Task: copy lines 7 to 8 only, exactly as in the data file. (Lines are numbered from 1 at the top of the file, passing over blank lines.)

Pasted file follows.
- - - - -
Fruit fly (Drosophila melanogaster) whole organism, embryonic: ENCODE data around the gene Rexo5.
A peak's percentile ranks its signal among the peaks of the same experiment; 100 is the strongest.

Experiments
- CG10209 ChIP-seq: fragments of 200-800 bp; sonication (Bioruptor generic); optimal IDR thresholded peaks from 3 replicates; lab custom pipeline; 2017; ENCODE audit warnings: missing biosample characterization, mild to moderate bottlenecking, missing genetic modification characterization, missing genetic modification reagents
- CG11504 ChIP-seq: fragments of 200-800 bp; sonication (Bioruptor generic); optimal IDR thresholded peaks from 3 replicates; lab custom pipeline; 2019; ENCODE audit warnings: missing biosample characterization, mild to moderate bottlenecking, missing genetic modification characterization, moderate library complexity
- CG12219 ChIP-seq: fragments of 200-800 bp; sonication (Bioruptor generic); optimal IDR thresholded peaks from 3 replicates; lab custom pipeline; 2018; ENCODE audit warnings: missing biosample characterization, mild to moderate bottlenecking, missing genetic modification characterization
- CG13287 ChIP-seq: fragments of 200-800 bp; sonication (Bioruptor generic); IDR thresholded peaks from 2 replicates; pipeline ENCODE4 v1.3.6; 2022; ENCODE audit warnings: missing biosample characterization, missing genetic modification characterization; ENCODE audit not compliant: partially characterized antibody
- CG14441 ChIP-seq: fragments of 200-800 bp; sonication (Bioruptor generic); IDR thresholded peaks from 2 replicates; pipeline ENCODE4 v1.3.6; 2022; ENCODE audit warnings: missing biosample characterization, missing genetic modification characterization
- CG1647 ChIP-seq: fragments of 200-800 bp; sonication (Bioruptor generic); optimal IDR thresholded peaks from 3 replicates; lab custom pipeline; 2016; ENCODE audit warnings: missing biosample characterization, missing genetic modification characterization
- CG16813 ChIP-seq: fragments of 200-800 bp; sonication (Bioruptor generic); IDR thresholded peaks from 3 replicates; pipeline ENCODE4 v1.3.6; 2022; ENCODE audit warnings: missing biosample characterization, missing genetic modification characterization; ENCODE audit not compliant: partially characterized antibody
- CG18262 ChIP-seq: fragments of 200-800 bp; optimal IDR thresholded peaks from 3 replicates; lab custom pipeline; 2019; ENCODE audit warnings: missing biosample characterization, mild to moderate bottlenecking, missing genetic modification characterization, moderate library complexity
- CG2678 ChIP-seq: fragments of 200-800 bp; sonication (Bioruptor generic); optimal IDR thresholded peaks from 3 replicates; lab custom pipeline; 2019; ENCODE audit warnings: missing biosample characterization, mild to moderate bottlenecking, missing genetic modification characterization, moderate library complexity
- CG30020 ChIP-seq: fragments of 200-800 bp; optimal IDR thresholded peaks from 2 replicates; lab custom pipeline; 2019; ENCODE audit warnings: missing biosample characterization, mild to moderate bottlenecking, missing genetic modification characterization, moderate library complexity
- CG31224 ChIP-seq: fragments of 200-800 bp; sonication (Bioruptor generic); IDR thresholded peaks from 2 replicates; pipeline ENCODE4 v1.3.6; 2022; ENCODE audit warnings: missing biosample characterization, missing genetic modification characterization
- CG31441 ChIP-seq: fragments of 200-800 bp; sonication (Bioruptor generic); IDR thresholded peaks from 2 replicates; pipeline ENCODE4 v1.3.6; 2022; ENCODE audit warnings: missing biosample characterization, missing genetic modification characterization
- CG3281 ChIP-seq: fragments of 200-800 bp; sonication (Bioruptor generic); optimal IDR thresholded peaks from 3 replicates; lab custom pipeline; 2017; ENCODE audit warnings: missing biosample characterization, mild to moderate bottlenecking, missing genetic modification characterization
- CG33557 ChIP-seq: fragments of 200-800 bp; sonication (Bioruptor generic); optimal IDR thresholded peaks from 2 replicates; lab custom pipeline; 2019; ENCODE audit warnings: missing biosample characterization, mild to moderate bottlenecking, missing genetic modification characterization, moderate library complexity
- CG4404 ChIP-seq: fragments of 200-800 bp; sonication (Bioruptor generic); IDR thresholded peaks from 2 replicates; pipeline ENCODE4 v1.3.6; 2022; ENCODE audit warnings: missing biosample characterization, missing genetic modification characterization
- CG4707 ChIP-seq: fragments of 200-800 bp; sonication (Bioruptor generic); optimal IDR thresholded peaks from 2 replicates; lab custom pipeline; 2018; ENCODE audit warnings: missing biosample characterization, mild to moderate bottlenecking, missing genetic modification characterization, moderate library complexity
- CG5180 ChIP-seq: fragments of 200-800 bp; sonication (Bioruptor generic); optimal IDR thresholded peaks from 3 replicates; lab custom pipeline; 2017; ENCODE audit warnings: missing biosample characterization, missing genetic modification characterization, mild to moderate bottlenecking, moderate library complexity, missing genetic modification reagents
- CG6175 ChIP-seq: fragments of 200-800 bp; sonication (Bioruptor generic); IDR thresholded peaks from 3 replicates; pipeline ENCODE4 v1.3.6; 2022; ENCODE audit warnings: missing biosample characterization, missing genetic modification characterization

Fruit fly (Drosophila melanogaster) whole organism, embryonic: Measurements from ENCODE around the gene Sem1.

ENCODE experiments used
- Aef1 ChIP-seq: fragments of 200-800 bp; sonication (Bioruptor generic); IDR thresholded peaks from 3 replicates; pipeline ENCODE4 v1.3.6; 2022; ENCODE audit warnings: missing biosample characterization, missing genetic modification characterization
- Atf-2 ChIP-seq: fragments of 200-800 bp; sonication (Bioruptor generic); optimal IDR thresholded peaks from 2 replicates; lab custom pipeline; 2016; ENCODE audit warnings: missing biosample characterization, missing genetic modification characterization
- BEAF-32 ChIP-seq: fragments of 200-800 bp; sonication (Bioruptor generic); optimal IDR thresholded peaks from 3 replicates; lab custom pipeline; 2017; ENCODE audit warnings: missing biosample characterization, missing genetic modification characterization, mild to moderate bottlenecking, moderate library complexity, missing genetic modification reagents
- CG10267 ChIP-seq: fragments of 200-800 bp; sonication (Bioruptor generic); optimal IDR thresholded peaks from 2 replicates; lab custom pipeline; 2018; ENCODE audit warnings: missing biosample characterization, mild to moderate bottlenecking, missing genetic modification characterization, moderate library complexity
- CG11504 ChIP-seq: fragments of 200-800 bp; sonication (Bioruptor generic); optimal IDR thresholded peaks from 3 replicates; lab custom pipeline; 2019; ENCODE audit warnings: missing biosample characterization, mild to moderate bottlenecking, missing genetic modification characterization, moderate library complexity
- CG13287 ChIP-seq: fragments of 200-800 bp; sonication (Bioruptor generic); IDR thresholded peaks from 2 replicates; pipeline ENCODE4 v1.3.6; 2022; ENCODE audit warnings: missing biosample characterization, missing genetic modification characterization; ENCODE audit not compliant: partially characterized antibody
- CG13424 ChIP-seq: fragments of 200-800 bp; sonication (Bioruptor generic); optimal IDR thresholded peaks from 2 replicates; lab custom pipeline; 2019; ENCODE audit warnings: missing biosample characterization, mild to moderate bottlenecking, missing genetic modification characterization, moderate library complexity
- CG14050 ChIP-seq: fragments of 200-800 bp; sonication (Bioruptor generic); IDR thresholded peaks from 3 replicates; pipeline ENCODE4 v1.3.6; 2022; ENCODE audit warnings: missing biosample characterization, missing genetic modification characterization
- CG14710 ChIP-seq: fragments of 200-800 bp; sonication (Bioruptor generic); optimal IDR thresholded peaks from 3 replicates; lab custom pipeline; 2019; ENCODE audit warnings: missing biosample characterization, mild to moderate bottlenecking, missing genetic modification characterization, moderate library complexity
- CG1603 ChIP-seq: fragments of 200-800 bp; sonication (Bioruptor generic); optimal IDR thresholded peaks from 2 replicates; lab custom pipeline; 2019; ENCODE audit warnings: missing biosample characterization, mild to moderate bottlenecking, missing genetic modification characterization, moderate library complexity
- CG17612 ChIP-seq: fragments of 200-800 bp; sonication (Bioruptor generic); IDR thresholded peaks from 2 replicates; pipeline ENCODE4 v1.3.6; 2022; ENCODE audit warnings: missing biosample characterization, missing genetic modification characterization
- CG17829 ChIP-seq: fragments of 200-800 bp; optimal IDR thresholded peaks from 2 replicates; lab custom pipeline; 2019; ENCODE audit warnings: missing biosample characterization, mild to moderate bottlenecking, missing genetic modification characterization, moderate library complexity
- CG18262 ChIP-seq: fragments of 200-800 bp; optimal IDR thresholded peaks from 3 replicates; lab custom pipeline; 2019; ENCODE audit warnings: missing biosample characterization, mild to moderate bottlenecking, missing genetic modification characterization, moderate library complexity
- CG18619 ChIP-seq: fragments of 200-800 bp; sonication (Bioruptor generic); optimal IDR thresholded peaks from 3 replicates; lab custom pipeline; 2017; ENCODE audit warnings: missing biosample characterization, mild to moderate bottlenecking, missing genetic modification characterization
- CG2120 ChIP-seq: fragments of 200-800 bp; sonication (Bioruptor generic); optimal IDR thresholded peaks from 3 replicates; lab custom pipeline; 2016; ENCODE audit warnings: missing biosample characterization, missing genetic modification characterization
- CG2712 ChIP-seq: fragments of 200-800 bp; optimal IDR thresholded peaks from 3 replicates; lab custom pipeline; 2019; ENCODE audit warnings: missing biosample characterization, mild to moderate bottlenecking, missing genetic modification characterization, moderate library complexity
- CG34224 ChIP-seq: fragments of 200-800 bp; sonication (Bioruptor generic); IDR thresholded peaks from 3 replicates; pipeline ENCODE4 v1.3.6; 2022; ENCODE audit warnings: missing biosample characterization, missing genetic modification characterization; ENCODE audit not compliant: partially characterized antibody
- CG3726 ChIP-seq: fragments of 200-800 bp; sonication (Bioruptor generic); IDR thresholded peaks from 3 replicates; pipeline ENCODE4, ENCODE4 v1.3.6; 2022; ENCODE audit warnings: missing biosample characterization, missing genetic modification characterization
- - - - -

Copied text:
- CG13287 ChIP-seq: fragments of 200-800 bp; sonication (Bioruptor generic); IDR thresholded peaks from 2 replicates; pipeline ENCODE4 v1.3.6; 2022; ENCODE audit warnings: missing biosample characterization, missing genetic modification characterization; ENCODE audit not compliant: partially characterized antibody
- CG14441 ChIP-seq: fragments of 200-800 bp; sonication (Bioruptor generic); IDR thresholded peaks from 2 replicates; pipeline ENCODE4 v1.3.6; 2022; ENCODE audit warnings: missing biosample characterization, missing genetic modification characterization